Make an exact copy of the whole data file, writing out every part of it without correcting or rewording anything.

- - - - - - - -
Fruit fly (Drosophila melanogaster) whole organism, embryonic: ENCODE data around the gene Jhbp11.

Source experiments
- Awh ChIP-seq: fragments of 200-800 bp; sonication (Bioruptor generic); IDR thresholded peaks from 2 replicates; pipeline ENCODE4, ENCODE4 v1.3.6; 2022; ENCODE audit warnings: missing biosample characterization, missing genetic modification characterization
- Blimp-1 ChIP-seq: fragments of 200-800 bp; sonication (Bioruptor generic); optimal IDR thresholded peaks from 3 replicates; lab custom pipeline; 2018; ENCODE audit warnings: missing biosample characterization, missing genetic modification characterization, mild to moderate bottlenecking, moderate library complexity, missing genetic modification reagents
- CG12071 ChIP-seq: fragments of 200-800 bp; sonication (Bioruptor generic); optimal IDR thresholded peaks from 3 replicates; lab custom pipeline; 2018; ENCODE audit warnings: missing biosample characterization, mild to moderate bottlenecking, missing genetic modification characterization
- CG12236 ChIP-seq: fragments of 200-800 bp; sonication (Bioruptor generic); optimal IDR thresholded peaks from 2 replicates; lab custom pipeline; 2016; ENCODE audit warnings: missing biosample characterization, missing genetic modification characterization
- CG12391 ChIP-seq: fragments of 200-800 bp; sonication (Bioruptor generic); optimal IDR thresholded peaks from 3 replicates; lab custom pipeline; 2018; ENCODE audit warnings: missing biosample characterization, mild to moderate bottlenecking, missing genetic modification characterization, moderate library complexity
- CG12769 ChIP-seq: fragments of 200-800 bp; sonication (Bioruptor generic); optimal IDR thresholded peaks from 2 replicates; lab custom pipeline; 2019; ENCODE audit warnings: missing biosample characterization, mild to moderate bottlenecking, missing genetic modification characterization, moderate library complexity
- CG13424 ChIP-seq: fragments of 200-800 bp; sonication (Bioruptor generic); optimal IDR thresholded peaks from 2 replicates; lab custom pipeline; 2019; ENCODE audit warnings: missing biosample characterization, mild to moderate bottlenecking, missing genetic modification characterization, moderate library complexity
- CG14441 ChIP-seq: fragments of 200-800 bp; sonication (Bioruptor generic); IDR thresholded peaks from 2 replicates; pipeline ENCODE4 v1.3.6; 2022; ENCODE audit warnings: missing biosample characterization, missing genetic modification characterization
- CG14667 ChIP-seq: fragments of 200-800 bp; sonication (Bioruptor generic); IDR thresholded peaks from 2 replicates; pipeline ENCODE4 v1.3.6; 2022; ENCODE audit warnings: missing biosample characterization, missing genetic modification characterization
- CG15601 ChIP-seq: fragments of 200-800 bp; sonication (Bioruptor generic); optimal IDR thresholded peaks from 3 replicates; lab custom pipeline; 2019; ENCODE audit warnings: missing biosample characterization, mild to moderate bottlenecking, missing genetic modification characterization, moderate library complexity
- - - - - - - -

Fruit fly (Drosophila melanogaster) whole organism, embryonic: ENCODE data around the gene Jhbp11.

Source experiments
- Awh ChIP-seq: fragments of 200-800 bp; sonication (Bioruptor generic); IDR thresholded peaks from 2 replicates; pipeline ENCODE4, ENCODE4 v1.3.6; 2022; ENCODE audit warnings: missing biosample characterization, missing genetic modification characterization
- Blimp-1 ChIP-seq: fragments of 200-800 bp; sonication (Bioruptor generic); optimal IDR thresholded peaks from 3 replicates; lab custom pipeline; 2018; ENCODE audit warnings: missing biosample characterization, missing genetic modification characterization, mild to moderate bottlenecking, moderate library complexity, missing genetic modification reagents
- CG12071 ChIP-seq: fragments of 200-800 bp; sonication (Bioruptor generic); optimal IDR thresholded peaks from 3 replicates; lab custom pipeline; 2018; ENCODE audit warnings: missing biosample characterization, mild to moderate bottlenecking, missing genetic modification characterization
- CG12236 ChIP-seq: fragments of 200-800 bp; sonication (Bioruptor generic); optimal IDR thresholded peaks from 2 replicates; lab custom pipeline; 2016; ENCODE audit warnings: missing biosample characterization, missing genetic modification characterization
- CG12391 ChIP-seq: fragments of 200-800 bp; sonication (Bioruptor generic); optimal IDR thresholded peaks from 3 replicates; lab custom pipeline; 2018; ENCODE audit warnings: missing biosample characterization, mild to moderate bottlenecking, missing genetic modification characterization, moderate library complexity
- CG12769 ChIP-seq: fragments of 200-800 bp; sonication (Bioruptor generic); optimal IDR thresholded peaks from 2 replicates; lab custom pipeline; 2019; ENCODE audit warnings: missing biosample characterization, mild to moderate bottlenecking, missing genetic modification characterization, moderate library complexity
- CG13424 ChIP-seq: fragments of 200-800 bp; sonication (Bioruptor generic); optimal IDR thresholded peaks from 2 replicates; lab custom pipeline; 2019; ENCODE audit warnings: missing biosample characterization, mild to moderate bottlenecking, missing genetic modification characterization, moderate library complexity
- CG14441 ChIP-seq: fragments of 200-800 bp; sonication (Bioruptor generic); IDR thresholded peaks from 2 replicates; pipeline ENCODE4 v1.3.6; 2022; ENCODE audit warnings: missing biosample characterization, missing genetic modification characterization
- CG14667 ChIP-seq: fragments of 200-800 bp; sonication (Bioruptor generic); IDR thresholded peaks from 2 replicates; pipeline ENCODE4 v1.3.6; 2022; ENCODE audit warnings: missing biosample characterization, missing genetic modification characterization
- CG15601 ChIP-seq: fragments of 200-800 bp; sonication (Bioruptor generic); optimal IDR thresholded peaks from 3 replicates; lab custom pipeline; 2019; ENCODE audit warnings: missing biosample characterization, mild to moderate bottlenecking, missing genetic modification characterization, moderate library complexity